Samuel Streit Coursen MOH

b. 04/08/1926 Madison, New Jersey. d. 12/10/1950 near Kaesong, Korea.

DATE OF MOH ACTION: 12/10/1950 near Kaesong, Korea.

Samuel S Coursen MOH

Samuel S. Coursen was born August 4, 1926 in Madison, New Jersey. His father, Wallace Melville Coursen, was a principal in the New York accounting firm of Haskins & Sells; his mother was the former Kathleen Howell. Coursen graduated in 1945 from the Newark (New Jersey) Academy where he was an accomplished athlete.

He was awarded an appointment to the U.S. Military Academy in 1945 and graduated with the class of 1949. After graduation, Coursen married Evangeline Joy Sprague of Virginia Beach, Virginia and the daughter of U.S. Navy Captain Albert Sprague, then commander of the Navy Ammunition Depot at Lake Denmark, New Jersey.

Coursen was commissioned a second lieutenant of infantry in the Regular Army upon graduation from West Point. In August 1950, he attended the Officer’s Basic Course of the Ground General School at Fort Riley, Kansas. By January 1950, Coursen was going through the Infantry Officer’s Basic and Basic Airborne courses at Fort Benning, Georgia. In July 1950, he was en route to Far East Command. Promoted to first lieutenant in the Army of the United States, Coursen took command of a platoon of Company C, 5th Cavalry Regiment (United States), 1st Cavalry Division (United States) on October 6, 1950. The 5th Cavalry fought in the Pacific theater during World War II and in the post-war years posted in Japan. The regiment was transferred to Korea in July 1950, weeks after the North Korean invasion that prompted the Korean War.

At 09:00 on October 9, 1950, the 1st Cavalry Division as part of the Eighth United States Army struck out across the 38th Parallel. Initially, the advance was slow. Along the main highway the 8th Cavalry stopped repeatedly and waited for engineer troops to clear mines from the road. Halfway to Kumch’on the twelfth the regiment was halted by a KPA strongpoint, defended by tanks, self-propelled guns, and antiaircraft weapons. In spite of a sixteen-plane air strike and a 155-mm. howitzer barrage, the strongpoint held.

The 5th Cavalry Regiment, which also ran into trouble at the start, failed to cross the parallel until October 10, 1950. The next day the regiment’s 1st Battalion encountered a KPA force holding a long ridge with several knobs—Hills 179, 175, and 174—that dominated a pass 15 miles (24 km) northeast of Kaesong. The infantrymen drove the defenders from the ridge during the afternoon of October 12, but the fight was fierce.

In the battle for Hill 174, Coursen observed that one of the men of his platoon had entered a well-hidden gun emplacement, thought to be unoccupied, and had been shot. Coursen ran to his aid and without regard for his personal safety, Coursen engaged the KPA in hand-to-hand combat in an effort to protect the wounded soldier until he himself was killed. When his body was recovered after the battle, seven KPA dead were found within the emplacement. Coursen’s actions saved the wounded soldier’s life and eliminated the main position of the enemy roadblock. For his actions, Lieutenant Coursen was awarded the Medal of Honor posthumously.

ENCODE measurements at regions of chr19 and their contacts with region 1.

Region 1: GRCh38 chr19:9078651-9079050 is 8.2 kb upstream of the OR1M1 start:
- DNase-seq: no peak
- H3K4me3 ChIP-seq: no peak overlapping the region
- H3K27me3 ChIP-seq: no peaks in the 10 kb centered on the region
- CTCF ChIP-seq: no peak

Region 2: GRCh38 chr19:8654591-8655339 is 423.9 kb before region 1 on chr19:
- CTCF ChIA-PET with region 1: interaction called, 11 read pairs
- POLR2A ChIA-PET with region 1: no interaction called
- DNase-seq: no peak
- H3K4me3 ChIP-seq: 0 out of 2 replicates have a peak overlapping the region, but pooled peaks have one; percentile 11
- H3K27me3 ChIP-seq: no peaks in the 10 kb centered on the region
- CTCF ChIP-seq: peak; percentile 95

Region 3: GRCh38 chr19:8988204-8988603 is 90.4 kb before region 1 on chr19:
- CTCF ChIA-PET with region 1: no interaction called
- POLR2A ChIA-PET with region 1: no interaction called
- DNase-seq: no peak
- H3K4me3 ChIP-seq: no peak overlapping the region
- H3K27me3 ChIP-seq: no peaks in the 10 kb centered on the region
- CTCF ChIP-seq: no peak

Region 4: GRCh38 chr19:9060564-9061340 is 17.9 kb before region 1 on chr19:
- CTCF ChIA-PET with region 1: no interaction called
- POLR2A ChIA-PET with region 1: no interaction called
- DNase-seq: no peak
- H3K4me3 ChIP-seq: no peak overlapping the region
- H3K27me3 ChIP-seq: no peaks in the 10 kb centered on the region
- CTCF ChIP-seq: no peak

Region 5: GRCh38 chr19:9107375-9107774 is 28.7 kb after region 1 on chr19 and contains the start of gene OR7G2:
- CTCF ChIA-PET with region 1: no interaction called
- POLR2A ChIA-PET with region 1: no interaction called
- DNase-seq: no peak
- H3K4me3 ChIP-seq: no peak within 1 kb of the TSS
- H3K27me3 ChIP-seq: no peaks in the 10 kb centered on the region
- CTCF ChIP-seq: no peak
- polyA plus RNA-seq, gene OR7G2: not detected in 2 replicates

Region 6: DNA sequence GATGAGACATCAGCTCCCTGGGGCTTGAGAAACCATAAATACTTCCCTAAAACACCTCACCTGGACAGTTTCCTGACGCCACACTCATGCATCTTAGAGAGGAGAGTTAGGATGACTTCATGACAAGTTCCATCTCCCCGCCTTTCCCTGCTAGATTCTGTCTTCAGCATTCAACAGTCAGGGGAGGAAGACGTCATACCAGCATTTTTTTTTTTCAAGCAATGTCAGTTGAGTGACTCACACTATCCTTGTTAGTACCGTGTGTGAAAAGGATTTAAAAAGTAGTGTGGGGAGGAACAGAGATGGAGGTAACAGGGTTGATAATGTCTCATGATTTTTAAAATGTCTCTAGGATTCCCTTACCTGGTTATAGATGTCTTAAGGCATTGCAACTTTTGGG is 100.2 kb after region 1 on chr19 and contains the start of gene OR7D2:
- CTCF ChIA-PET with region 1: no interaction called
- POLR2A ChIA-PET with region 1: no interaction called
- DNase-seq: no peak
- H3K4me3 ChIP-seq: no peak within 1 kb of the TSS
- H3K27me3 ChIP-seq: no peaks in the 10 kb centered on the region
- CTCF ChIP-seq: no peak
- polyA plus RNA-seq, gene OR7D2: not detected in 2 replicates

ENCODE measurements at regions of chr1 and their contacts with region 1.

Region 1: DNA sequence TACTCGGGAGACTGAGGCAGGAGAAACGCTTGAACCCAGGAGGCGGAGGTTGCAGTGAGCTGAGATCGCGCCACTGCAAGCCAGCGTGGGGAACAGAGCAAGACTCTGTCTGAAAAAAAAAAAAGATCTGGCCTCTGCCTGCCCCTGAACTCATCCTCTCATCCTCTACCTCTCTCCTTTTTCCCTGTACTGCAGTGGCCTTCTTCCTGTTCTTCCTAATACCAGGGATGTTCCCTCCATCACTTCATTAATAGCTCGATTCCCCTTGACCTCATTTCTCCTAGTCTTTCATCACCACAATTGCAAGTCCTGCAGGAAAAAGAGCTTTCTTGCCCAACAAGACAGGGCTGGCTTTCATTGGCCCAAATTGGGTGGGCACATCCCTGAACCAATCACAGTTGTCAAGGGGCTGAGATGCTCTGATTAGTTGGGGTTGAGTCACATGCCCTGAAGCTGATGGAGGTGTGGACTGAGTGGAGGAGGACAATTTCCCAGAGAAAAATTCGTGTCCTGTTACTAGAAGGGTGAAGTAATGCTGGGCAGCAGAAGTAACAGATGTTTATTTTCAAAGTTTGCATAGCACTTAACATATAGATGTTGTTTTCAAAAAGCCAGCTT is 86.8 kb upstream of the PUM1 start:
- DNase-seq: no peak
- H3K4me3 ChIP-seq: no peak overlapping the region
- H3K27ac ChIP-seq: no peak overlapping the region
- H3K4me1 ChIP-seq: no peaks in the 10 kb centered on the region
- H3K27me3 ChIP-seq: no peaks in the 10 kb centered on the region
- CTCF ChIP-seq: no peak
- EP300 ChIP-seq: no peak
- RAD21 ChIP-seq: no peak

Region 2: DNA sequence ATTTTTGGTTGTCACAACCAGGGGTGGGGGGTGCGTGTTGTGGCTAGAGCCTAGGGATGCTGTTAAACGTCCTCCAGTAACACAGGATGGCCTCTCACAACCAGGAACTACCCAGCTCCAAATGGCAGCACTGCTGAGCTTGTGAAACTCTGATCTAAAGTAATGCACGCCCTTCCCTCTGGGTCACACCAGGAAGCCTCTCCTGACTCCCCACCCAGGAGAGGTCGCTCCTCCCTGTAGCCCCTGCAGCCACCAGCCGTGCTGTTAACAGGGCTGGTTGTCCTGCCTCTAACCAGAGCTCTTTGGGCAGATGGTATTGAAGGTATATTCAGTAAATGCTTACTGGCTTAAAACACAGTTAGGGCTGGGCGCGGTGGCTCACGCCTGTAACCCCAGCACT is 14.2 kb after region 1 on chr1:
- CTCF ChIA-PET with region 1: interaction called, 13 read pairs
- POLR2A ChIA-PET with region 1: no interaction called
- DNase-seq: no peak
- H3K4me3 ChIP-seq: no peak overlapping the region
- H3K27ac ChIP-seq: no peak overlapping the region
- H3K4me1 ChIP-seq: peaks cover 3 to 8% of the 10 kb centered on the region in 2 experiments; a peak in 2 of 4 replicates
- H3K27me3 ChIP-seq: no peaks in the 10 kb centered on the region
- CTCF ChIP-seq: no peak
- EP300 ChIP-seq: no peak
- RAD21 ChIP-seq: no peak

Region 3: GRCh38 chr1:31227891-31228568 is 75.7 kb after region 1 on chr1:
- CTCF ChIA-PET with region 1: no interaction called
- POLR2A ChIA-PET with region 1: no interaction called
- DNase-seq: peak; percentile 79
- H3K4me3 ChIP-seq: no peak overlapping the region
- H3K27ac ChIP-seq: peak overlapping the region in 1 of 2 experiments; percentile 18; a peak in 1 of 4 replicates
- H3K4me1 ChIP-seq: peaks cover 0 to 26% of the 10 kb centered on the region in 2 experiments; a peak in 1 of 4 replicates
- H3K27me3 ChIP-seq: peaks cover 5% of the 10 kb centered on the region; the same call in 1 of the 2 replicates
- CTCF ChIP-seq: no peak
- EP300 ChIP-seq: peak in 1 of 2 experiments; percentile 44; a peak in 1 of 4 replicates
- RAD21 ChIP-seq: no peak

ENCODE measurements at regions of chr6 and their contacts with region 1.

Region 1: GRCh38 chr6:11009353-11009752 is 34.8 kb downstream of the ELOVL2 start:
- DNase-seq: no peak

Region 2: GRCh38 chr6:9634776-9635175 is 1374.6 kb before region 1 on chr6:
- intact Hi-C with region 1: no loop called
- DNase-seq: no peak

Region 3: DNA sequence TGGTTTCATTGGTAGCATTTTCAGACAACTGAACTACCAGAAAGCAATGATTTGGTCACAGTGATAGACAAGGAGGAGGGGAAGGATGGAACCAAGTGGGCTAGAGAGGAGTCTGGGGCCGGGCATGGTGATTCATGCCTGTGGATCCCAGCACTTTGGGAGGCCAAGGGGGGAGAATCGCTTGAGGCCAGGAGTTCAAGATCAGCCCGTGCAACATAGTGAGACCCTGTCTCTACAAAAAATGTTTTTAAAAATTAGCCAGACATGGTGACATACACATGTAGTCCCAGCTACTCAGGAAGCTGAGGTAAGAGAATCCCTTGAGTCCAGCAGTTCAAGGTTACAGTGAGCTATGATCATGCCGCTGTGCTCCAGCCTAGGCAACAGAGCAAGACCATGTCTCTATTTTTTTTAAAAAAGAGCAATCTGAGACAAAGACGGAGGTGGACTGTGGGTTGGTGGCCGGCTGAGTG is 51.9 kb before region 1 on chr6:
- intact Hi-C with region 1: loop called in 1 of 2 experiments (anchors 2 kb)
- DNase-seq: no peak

On June 15, 1951, it was announced by The Pentagon that Coursen would be awarded the Medal of Honor. On June 21, 1951, Coursen’s 14-month-old son, Samuel, Jr., of Morristown, New Jersey, was presented the award in a Pentagon ceremony by Joint Chiefs of Staff Chairman and General of the Army Omar N. Bradley.



1st Lt. Coursen distinguished himself by conspicuous gallantry and intrepidity above and beyond the call of duty in action. While Company C was attacking Hill 174 under heavy enemy small-arms fire, his platoon received enemy fire from close range. The platoon returned the fire and continued to advance. During this phase 1 his men moved into a well-camouflaged emplacement, which was thought to be unoccupied, and was wounded by the enemy who were hidden within the emplacement. Seeing the soldier in difficulty he rushed to the man’s aid and, without regard for his personal safety, engaged the enemy in hand-to-hand combat in an effort to protect his wounded comrade until he himself was killed. When his body was recovered after the battle 7 enemy dead were found in the emplacement. As the result of 1st Lt. Coursen’s violent struggle several of the enemies’ heads had been crushed with his rifle. His aggressive and intrepid actions saved the life of the wounded man, eliminated the main position of the enemy roadblock, and greatly inspired the men in his command.